NK cells from donor 2 induced 3-fold higher cytotoxicity compared with  NK cells from donor 1 (74% and 24%, respectively). NK cells from donor 2 required higher forces than those from donor 1 to detach from target cells (Figure 5).

The data suggest that cell avidity is a reliable predictor of NK cell function and that cell avidity analyses can be applied to different types of immune cells.

5 Left: Cytotoxic effect of NK cells from donor 1 and donor 2 on the same population of target cells. Right: Avidity curve showing the proportion of target-bound NK cells upon application of a force ramp. (rForce indicates relative force).

Avidity - Curve Natural Killer

NK cells from donor 2 induced 3-fold higher cytotoxicity compared with  NK cells from donor 1 (74% and 24%, respectively). NK cells from donor 2 required higher forces than those from donor 1 to detach from target cells (Figure 5).

The data suggest that cell avidity is a reliable predictor of NK cell function and that cell avidity analyses can be applied to different types of immune cells.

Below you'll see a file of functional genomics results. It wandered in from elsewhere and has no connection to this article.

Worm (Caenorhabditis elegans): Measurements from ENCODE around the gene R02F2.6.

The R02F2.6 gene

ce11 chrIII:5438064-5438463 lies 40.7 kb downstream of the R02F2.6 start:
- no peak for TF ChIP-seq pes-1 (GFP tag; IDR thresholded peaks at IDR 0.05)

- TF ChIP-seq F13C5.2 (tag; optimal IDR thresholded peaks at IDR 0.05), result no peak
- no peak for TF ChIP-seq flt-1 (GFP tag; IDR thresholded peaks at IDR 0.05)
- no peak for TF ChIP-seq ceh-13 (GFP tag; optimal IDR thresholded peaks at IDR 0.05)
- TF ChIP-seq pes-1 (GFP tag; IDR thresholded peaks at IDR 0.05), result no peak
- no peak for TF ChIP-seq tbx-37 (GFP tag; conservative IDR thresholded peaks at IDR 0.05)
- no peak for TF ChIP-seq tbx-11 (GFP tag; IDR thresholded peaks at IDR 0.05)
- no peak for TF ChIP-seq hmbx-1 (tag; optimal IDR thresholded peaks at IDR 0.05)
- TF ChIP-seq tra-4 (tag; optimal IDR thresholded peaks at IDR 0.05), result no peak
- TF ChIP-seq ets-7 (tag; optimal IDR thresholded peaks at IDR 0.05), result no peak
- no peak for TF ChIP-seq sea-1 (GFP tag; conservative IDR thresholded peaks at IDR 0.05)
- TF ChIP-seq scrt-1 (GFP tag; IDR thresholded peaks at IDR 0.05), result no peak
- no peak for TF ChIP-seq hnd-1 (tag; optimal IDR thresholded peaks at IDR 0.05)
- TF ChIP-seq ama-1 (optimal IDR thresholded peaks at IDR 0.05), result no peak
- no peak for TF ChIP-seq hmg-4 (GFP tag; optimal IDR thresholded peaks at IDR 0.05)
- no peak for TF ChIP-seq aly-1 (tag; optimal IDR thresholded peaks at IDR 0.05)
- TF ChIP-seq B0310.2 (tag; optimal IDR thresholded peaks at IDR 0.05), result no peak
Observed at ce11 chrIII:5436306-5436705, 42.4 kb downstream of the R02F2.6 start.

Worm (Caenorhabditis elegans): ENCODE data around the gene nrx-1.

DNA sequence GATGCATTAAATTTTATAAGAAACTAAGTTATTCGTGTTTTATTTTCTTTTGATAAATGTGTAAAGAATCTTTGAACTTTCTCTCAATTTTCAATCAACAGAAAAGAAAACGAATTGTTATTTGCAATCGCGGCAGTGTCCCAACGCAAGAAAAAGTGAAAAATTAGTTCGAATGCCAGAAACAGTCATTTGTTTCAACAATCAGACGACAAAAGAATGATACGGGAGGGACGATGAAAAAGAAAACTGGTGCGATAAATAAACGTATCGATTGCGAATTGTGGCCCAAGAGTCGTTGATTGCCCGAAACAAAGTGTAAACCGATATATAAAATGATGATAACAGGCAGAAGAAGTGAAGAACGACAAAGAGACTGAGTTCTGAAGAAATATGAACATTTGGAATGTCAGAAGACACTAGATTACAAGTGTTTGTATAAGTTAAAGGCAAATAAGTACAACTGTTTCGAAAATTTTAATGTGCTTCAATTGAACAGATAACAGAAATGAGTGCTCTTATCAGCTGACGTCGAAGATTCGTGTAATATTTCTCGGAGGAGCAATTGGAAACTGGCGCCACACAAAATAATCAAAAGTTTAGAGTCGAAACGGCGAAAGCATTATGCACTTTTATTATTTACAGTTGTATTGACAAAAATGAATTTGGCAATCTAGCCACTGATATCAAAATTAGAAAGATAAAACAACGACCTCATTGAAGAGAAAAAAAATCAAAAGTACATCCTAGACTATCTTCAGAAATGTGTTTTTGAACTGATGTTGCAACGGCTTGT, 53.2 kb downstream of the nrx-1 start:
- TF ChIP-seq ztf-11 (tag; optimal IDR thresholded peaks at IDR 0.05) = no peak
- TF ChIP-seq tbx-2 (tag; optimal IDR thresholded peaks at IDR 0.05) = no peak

Avidity - Curve Natural Killer

5 Above: Cytotoxic effect of NK cells from donor 1 (green) and donor 2 (green) on their target cells. Below: Avidity curve showing the proportion target-bound NK cells upon application of a force ramp. (rForce indicates relative force).

Data courtesy of Glycosystem

Evaluate the avidity of T cells engaged by bispecific antibodies

In a collaborative study, we compared cell avidities between T cells and target cancer cells in the presence of bispecific antibodies (BsAb) or control conditions (no antibodies or non-specific antibodies).

T cells with BsAb required stronger pulling forces to detach from the tumor cells when compared with the two controls (Figure 6).

Future cell avidity analyses of engineered BsAb, will enable researchers to discover and fine-tune optimal antibodies for T cell therapies.

6 Left: Avidity curve representing the average proportion of bound T cells (BsAb-engaged or control conditions) upon an applied force ramp. Right: Bar graph representing percentage of target-bound T cells at the minimal force (based on no BsAb negative control-detachment) as gated from the avidity curve. (rForce indicates relative force).

T cells with BsAb required stronger pulling forces to detach from the tumor cells when compared with the two controls (Figure 6).